Clibit
This is a pretty fool proof recipe using malt extract, crystal malt, centennial hops and dried yeast that will make a really delicious IPA.

Centennial IPA Extract (American IPA)

Original Gravity (OG): 1.053 
Final Gravity (FG): 1.012 
ABV: 5.4 %
Bitterness: 44 IBUs
Boil Time: 60 minutes

Ingredients:

Malt & Sugar:
2.500 kg Dry Light Malt Extract or 3.000 kg Pale Liquid Malt Extract
0.250 kg Brewing Sugar
0.200 kg Crystal Malt (crushed)

Hops:
15.0 g Centennial Leaf (13.5% Alpha) @ 30 Minutes (Boil)
25.0 g Centennial Leaf (13.5% Alpha) @ 20 Minutes (Boil)
25.0 g Centennial Leaf (13.5% Alpha) @ 5 Minutes (Boil)
35.0 g Centennial Leaf (13.5% Alpha) @ 0 Days (Dry Hop)

Ferment at 18-20°C with Safale US-05 Dry Yeast

1. Place crystal malt in a small muslin or mesh bag and add to about 10 litres of cold water in a large cooking pot. Raise the heat and take the grains out after 20 -30 mins, or when the water reaches about 75C. 

2. Switch the heat off and mix half the malt extract into the water, then bring to the boil.

3. Once boiling, add 15g of Centennial hops. 10 mins later add 25g of hops, and 15 mins after that add 25g hops.

4. After another 5 mins, which should be 30 mins after you put the first hops in, switch off the heat. 

5. Take the pot to the sink and place it in cold water. Stir for a while, adding the brewing sugar, then place the lid on the pot and leave for a while. Change the water once, when it has become warm.

6. Add the rest of the malt extract into a sterilised FV with about 5 litres of water and mix thoroughly. 

7. Pour the hopped wort into the FV via a sterilised sieve. (or you could use muslins hops bags when you boil the hops).

8. Top up the FV with cold water to 20 litres. 

9. When the temperature has dropped to about 20C, add the yeast.

10. After a few days, when the fermentation has died down, boil a hop bag to sterilise it and add the dry hops. Bottle or keg the beer 5 days later. 

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Bunglebrewsbeer
Think I'm going to give centennial a go on its own in the not to distant future.
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Clibit
It's a great hop for a single hop pale or IPA.
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Steve
The first time i used this hop was in your Brown Ale and i must say i do like it, will be using it more in the near future 
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Notlaw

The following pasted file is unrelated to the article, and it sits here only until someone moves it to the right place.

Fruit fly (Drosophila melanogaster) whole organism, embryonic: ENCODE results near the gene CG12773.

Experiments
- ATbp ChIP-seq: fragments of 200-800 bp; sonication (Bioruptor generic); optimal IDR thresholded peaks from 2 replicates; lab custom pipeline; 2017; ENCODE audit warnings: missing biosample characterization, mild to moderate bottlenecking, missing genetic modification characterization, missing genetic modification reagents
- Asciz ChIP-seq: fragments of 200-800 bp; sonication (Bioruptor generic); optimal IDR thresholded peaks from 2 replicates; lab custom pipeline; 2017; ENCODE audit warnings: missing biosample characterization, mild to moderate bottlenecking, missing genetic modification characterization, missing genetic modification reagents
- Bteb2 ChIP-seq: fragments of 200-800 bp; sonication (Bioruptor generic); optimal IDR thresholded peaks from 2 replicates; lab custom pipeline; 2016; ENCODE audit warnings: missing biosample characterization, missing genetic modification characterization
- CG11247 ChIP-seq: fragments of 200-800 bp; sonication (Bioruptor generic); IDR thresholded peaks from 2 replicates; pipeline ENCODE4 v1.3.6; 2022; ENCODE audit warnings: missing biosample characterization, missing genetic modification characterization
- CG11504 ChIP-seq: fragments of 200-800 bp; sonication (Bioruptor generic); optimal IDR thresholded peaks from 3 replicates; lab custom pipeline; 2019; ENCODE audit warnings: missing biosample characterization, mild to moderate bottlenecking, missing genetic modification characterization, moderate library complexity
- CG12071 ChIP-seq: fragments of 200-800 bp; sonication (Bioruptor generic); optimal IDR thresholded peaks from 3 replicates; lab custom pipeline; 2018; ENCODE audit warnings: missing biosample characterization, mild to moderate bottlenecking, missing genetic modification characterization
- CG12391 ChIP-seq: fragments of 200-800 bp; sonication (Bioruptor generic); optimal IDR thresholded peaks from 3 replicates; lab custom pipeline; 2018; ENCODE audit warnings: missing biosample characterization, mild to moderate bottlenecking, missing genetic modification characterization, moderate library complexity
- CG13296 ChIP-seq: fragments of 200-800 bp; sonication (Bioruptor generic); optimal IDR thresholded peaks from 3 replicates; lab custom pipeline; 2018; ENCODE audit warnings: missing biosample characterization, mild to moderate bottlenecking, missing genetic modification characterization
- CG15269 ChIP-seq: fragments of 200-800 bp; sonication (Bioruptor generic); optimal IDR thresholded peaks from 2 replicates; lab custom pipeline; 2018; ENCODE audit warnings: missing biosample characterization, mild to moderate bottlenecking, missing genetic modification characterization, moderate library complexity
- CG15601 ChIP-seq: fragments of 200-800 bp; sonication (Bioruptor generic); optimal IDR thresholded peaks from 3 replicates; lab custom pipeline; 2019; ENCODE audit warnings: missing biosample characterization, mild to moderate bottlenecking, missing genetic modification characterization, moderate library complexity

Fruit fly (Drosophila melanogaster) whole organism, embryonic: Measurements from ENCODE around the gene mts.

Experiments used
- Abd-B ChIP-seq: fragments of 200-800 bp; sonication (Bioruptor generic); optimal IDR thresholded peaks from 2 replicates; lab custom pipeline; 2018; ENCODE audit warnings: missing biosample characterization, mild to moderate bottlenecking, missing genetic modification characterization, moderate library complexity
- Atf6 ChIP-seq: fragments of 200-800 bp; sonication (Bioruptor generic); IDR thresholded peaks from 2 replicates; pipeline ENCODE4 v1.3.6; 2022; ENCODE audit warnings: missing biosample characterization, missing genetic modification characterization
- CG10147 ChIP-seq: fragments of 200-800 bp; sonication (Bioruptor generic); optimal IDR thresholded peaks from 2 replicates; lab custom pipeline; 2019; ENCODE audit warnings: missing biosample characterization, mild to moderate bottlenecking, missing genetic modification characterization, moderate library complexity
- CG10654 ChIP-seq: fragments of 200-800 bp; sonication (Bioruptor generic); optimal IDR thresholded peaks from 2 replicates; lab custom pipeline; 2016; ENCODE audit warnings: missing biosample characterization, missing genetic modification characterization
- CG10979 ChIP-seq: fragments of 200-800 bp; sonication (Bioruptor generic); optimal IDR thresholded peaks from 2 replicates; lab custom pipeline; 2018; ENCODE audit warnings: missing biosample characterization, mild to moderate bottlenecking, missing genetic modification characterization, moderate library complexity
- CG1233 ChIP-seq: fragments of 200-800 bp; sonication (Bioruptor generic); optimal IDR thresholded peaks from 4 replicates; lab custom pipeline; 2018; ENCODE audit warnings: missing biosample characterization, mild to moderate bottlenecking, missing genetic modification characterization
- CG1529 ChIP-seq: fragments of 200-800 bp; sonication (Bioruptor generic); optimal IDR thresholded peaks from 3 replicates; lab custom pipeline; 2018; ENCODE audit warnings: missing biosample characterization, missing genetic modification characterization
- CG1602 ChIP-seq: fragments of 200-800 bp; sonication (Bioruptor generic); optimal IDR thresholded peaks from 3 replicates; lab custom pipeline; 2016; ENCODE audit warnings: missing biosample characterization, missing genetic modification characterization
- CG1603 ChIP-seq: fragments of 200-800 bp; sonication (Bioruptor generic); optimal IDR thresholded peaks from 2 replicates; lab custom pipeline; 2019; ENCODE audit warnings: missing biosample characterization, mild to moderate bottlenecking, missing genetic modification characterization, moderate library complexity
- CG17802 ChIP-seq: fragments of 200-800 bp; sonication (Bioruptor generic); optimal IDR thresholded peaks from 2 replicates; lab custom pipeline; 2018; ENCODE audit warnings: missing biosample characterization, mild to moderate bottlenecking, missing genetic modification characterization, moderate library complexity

It's a great one, I've just bought some more to use. Such a beaut. 
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Clibit
It's a hop that is hard not to like, I think, just tastes great, and works in so many beers.
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GHW
Dragging up an old topic for a clarification on extract brewing as I haven't done one for a while. I'm going to use half my extract for the full boil but shouldn't the other half be added to the boil for a short while at least (10m say) just to sanitise? I'm sure that's how I did it when I used extract recipe kits?
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chub1
GHW wrote:
Dragging up an old topic for a clarification on extract brewing as I haven't done one for a while. I'm going to use half my extract for the full boil but shouldn't the other half be added to the boil for a short while at least (10m say) just to sanitise? I'm sure that's how I did it when I used extract recipe kits?

Gareth
I have done extracts with part added at start and part added at end and also the last part added to the FV with no harm done !
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GHW
Think I'll chuck it in the boil for a few mins!
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PeterPi
I've been given a Wilko "Triple Hopped IPA Kit".  I've included the instructions below (sorry about the skew). They go on to tell you to sprinkle the yeast and add the hops on day four.

Is there anything special about brewing sugar. I assume the bittering hops are already in the extract as it's called Hopped Malt Extract. I'll use my own yeast and hops.

Any tips would be appreciated.


Wilkp Brew.jpg 


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GHW
Brewing sugar is dextrose vs table sugar which is sucrose
Arguable how much difference they make in small quantities but many argue at larger volumes dextrose is better, gives a smoother flavour.
If you can get dried malt extract to add instead it will give you a much better final beer
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PeterPi
GHW wrote:
Brewing sugar is dextrose vs table sugar which is sucrose
Arguable how much difference they make in small quantities but many argue at larger volumes dextrose is better, gives a smoother flavour.
If you can get dried malt extract to add instead it will give you a much better final beer


The DME is quite a bit more expensive isn't it. Would I use the same quantity?

The brewing sugar is cheaper and easier to get so I may use half the can with sugar and the other half with DME.
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Clibit
PeterPi wrote:


The DME is quite a bit more expensive isn't it. Would I use the same quantity?

The brewing sugar is cheaper and easier to get so I may use half the can with sugar and the other half with DME.


I find brewing sugar better than regular sugar. Brew enhancer is good, its half DME and half brewing sugar. But don't fret, use whatever you have or can get. Grain is better and cheaper than kits though.
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Pesho77

 I would use sugar over extract because its another malt and so a different flavour unless you planned that to be a part of the recipe.

 Pesh
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